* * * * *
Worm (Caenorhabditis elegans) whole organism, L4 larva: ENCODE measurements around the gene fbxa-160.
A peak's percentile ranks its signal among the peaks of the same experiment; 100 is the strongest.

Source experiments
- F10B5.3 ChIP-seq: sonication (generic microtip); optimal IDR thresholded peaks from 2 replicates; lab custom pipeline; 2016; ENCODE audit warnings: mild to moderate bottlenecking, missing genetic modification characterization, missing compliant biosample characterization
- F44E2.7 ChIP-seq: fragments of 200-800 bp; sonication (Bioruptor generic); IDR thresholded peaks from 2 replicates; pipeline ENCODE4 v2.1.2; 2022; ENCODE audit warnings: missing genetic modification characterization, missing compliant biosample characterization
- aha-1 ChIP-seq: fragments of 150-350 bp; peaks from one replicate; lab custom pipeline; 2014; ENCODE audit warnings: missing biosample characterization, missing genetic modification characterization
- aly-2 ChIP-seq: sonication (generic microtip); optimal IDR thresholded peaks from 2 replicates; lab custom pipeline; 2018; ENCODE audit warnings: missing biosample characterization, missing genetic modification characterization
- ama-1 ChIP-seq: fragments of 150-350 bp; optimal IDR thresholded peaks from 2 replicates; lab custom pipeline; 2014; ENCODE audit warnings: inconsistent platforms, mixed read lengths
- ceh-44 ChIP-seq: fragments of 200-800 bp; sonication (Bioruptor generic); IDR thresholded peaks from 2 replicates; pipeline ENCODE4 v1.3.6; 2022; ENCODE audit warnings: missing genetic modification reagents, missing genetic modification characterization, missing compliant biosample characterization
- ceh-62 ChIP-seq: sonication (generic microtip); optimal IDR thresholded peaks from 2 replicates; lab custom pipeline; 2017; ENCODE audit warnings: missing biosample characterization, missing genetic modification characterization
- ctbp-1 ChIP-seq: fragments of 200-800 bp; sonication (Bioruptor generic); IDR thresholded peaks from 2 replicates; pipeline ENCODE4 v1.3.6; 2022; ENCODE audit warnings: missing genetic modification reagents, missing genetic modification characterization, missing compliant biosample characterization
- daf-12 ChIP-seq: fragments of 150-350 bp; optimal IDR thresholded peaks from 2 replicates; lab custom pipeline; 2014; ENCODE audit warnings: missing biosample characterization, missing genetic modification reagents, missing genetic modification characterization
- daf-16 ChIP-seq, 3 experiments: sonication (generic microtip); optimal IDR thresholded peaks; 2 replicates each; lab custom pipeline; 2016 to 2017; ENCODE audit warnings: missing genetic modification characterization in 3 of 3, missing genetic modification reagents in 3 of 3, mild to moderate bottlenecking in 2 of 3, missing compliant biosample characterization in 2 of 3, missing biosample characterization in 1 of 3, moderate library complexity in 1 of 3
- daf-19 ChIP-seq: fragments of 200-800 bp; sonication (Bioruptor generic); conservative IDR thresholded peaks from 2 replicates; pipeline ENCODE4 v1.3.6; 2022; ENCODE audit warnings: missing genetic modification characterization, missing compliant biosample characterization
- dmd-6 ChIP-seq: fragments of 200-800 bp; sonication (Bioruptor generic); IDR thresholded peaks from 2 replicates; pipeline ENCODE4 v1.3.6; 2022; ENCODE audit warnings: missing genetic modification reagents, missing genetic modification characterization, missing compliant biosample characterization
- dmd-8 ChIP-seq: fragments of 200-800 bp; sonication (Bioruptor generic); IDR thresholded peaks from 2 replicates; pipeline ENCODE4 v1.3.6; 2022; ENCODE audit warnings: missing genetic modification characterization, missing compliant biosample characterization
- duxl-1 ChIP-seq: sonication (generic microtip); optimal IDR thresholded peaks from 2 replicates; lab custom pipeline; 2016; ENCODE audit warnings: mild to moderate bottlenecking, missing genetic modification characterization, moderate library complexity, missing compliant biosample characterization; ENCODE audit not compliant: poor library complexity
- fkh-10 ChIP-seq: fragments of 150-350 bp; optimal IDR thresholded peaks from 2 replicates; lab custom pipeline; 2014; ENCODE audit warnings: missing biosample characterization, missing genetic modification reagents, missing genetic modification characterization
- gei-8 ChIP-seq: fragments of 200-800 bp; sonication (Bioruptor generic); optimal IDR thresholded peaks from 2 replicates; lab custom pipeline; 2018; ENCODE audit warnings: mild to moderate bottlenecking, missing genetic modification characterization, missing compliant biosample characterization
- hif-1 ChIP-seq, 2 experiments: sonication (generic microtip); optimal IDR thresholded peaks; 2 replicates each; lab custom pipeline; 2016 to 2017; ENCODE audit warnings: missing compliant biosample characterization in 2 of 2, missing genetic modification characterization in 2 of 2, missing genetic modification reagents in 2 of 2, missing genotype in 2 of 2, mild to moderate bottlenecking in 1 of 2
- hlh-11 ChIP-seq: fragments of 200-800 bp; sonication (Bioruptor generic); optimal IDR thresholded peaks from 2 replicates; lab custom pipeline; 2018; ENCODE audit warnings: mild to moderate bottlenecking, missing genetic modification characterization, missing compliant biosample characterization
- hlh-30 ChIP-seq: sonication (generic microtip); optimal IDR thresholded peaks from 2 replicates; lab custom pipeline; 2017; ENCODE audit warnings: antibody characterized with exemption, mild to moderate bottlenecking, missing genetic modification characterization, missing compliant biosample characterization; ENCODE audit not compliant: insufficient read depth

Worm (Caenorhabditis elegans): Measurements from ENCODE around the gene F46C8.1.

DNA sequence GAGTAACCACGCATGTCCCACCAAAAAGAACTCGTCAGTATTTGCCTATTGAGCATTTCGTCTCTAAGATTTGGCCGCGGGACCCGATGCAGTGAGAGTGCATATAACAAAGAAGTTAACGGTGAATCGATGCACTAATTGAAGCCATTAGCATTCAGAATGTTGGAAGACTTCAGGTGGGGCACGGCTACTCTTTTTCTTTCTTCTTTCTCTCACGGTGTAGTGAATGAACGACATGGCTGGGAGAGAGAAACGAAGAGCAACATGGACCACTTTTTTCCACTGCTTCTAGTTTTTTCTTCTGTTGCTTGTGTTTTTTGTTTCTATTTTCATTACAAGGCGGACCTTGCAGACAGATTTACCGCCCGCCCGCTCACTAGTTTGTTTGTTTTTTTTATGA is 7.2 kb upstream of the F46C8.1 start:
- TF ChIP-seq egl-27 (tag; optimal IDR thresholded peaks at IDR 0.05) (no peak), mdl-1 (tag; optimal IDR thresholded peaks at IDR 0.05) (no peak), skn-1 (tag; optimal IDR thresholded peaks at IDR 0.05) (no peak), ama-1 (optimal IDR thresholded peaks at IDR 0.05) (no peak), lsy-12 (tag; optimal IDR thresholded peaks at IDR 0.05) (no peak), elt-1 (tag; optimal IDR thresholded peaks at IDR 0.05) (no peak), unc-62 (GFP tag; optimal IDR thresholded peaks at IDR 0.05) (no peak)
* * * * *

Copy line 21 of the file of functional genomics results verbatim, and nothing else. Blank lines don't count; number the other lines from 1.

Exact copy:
- hlh-11 ChIP-seq: fragments of 200-800 bp; sonication (Bioruptor generic); optimal IDR thresholded peaks from 2 replicates; lab custom pipeline; 2018; ENCODE audit warnings: mild to moderate bottlenecking, missing genetic modification characterization, missing compliant biosample characterization